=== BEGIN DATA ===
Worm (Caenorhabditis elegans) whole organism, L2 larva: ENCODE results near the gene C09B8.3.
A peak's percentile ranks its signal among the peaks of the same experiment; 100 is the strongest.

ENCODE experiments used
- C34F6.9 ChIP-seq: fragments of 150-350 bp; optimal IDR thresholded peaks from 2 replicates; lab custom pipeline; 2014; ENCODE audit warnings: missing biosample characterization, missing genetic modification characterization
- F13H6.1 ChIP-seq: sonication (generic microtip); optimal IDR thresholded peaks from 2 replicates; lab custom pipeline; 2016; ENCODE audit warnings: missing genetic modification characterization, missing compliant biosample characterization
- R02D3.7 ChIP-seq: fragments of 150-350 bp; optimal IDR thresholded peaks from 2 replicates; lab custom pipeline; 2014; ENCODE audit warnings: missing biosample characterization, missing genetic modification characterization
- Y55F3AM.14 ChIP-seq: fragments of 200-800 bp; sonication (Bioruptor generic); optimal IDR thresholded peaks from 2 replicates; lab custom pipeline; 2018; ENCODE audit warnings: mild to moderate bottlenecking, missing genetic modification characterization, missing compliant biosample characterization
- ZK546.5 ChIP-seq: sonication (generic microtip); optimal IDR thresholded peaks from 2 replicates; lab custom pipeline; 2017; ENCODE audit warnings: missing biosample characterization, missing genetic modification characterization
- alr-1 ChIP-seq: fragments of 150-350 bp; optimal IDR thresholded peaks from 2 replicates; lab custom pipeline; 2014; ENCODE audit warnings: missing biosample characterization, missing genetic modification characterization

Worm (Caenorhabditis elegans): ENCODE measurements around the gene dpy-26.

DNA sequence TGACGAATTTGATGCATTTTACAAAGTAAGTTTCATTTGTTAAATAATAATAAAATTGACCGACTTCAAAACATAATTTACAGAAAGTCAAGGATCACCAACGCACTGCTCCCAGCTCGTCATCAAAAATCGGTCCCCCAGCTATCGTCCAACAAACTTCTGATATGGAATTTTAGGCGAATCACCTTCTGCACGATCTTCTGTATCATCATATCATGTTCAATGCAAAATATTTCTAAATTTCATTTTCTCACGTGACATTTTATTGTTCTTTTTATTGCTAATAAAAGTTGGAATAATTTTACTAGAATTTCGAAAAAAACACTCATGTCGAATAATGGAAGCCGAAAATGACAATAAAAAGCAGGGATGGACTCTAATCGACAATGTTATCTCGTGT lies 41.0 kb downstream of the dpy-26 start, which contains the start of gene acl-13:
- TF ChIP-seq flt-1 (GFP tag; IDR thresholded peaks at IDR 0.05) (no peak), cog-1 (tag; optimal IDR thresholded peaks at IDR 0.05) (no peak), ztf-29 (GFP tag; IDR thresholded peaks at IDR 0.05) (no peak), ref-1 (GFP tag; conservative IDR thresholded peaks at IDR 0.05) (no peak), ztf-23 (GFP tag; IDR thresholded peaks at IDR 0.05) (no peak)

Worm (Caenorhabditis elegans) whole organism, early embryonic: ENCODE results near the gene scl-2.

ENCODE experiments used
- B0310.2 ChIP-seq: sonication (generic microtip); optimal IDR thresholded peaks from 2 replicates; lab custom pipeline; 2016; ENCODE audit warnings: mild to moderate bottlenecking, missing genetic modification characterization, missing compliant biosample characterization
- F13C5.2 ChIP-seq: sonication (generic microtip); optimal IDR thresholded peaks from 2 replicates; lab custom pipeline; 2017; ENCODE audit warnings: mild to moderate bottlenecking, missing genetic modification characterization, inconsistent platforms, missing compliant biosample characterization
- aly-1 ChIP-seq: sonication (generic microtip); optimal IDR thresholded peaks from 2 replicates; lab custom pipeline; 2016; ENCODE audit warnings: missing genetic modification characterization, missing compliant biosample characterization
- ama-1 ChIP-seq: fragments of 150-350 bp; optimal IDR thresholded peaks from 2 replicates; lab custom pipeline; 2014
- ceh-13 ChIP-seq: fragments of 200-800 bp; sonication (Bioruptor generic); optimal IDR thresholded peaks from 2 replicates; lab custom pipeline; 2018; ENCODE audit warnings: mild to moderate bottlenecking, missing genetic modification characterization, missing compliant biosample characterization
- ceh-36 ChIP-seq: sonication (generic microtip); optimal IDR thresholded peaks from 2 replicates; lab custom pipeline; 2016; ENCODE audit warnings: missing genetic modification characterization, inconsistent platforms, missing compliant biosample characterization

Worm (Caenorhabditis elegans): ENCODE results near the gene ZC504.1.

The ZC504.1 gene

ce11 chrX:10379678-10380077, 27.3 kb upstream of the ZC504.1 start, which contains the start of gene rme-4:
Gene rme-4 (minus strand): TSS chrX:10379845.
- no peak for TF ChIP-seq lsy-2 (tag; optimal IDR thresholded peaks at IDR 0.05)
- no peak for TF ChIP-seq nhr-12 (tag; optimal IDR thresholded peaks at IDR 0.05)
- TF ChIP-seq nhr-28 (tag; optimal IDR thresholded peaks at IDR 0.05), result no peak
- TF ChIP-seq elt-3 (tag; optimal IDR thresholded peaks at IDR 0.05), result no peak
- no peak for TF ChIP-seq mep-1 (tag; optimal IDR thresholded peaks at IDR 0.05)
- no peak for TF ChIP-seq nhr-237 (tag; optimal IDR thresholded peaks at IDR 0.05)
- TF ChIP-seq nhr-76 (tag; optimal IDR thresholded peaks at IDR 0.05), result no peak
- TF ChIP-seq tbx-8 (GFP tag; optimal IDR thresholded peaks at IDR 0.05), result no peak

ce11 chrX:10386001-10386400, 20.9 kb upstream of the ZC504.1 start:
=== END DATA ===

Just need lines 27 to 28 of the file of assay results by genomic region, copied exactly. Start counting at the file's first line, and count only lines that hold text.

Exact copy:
- TF ChIP-seq nhr-28 (tag; optimal IDR thresholded peaks at IDR 0.05), result no peak
- TF ChIP-seq elt-3 (tag; optimal IDR thresholded peaks at IDR 0.05), result no peak